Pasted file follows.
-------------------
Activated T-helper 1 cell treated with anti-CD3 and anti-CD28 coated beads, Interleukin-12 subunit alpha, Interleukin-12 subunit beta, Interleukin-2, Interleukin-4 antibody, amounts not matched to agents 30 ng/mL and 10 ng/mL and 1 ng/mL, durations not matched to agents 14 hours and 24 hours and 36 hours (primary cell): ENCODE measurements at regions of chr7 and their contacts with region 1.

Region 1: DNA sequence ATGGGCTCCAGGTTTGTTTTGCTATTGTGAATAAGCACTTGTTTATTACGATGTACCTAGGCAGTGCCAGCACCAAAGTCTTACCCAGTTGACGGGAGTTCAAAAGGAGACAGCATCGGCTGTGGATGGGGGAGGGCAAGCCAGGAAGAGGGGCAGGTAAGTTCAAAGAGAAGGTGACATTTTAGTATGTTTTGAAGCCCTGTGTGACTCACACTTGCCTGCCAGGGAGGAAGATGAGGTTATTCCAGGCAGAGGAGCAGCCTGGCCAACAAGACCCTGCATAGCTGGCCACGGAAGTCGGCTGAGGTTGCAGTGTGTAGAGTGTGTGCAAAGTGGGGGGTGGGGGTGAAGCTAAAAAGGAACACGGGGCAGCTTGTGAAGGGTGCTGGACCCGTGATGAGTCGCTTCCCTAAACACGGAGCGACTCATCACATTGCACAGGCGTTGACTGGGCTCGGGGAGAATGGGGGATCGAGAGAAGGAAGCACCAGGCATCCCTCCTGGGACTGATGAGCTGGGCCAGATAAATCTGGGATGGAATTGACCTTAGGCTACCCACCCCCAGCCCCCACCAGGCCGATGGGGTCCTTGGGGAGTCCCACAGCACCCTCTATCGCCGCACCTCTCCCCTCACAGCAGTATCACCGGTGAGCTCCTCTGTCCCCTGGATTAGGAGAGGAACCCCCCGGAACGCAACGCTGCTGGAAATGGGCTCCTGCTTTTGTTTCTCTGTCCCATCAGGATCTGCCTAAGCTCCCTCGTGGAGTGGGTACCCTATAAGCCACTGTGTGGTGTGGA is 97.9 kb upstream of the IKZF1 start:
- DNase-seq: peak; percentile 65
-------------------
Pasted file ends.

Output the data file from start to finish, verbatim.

Activated T-helper 1 cell treated with anti-CD3 and anti-CD28 coated beads, Interleukin-12 subunit alpha, Interleukin-12 subunit beta, Interleukin-2, Interleukin-4 antibody, amounts not matched to agents 30 ng/mL and 10 ng/mL and 1 ng/mL, durations not matched to agents 14 hours and 24 hours and 36 hours (primary cell): ENCODE measurements at regions of chr7 and their contacts with region 1.

Region 1: DNA sequence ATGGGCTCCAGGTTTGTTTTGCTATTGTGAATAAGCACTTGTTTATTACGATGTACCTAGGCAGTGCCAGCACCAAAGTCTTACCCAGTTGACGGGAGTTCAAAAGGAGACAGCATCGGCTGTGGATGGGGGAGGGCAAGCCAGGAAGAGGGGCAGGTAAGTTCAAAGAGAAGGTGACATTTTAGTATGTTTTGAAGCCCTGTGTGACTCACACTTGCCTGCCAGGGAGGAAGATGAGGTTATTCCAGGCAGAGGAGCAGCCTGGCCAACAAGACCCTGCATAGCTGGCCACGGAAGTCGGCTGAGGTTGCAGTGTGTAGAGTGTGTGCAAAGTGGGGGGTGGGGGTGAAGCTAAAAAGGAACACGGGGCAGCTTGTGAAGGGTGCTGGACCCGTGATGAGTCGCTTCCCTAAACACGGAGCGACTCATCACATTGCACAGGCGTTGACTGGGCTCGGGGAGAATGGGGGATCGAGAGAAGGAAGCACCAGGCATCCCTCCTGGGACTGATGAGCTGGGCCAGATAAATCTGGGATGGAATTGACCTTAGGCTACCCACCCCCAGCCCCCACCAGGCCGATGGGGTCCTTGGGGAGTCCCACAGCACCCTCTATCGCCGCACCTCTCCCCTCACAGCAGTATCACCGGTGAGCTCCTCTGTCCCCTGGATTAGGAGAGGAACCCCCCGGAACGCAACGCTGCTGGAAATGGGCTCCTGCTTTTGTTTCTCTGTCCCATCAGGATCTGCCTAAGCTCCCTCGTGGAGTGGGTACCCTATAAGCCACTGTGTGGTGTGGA is 97.9 kb upstream of the IKZF1 start:
- DNase-seq: peak; percentile 65